• Gregory Markle

      The CZ trigger was much better IMHO, much shorter reset than the RP9. The Hudson H9 trigger is unreal for a striker system and feels like a tuned competition gun, but you’re also talking about a pistol that’s twice the price of either the CZ or Remington.

  • olivehead

    I handled one of these last night at Academy ($399.99) and have to say it’s not bad at all. Sleeker and more ergonomic than the Ruger American and a decent trigger, but one that I would actually call a bit “spongy” vs. the Glock trigger. Definitely better than the RAP trigger. I’ve said before and will say again, when comparing striker-fired triggers, I just don’t get the Glock criticism; I think it’s one of the best on the market right out of the box, and easily customizable by the end user on top of that. Otherwise, the RP9 I handled was well finished and much more in line size-wise with its competitors (in pictures I find it looks more akin in terms of size to an FNX-45, but it’s not at all in person). My only real aesthetic complaint: lose the big “R” on the grip. It’s no “Grip Zone” but still unnecessary.

    • Harry’s Holsters

      I’ll agree with you that the glock Gen 3 trigger is great. No creep from the reset on the last 3 I’ve handled. It’s a solid trigger. Heavy yes but good.

      The Gen 4s I’ve handled have some creep.

    • Billy Jack

      If my name was Robert or Roy or Roger…naaah still wouldn’t. More dated than a calendar

  • Stephen Paraski

    You say Remington and Triggers in same sentence and I think of the hundreds of millions they have paid out from defective trigger sear design.

  • st381183

    Now that was a good write up with solid points that were well thought out. That’s how I would have done the M&P M2.0 write up, seeings how you asked me in the other thread. Nice pics too. An insightful look at a pistol I didnt know existed.

  • Bigg Bunyon

    “Best striker fired” is Remcode for “The best of the worst”. The only striker fired pistol I own that I’d call really good is my FNS-40. But if you’re going to compared “good” triggers (not “good” within a class) I’ll just go with my Novak tuned guns: 1911s and BHPs. If you can get an old line BHP gunsmith, its trigger can be pushed to the top of the heap. But these are not $600 guns so maybe they need to be excluded. I guess there’s a reason to don’t compare a Big Mac to a Filet Mignon.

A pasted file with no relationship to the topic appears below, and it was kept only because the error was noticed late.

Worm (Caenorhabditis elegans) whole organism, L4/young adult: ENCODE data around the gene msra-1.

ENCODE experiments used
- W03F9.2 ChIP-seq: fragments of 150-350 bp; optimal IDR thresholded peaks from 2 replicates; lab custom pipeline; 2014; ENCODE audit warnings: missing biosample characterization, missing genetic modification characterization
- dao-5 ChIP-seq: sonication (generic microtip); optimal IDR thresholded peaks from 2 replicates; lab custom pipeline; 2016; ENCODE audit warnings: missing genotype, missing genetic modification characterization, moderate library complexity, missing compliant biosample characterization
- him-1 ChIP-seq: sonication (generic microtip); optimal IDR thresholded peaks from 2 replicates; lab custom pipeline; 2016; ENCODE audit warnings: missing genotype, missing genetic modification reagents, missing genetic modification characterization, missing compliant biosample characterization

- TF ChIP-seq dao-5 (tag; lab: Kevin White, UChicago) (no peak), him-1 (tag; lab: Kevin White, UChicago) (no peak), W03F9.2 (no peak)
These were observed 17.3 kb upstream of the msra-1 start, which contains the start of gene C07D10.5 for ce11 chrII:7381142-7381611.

• Threethreeight

    Hard pass. I’d rather buy from Czechs, Germans, or Austrians that know what they’re doing than risk buying what the American clowns at Remington are hobbling together.

    • No one

      “American Clowns”

      Lol yes, I mean, since when have American designers ever made good and highly successful firearm models?

      • Threethreeight

        About 160 years ago if we’re counting.

        • No one

          I didn’t realize the AR series, probably one of the, if not the most widely used infantry and sporting rifles in the world and the rifle that changed the paradigms of modern infantry combat forever with the lightweight SCHV concept that, the Maxim machine gun (Maxim was born in America and a US citizen, he was a visitor to the UK at the time he made the Maxim) which is arguably the most important development in modern firearms ever, Pretty much all of Joun Browning’s designs, were all made over 160 years ago.

          Thanks for clarifying you don’t understand the concept of time.

          • Threethreeight

            Oh you mean the stoner designed the Belgians make for the US because colt isn’t competitive? Or the SCARs/416s/417s in service around the world? Or the glocks in every holster of the dudes who shoot people for a living?

            You’re missing the point entirely pal.

          • No one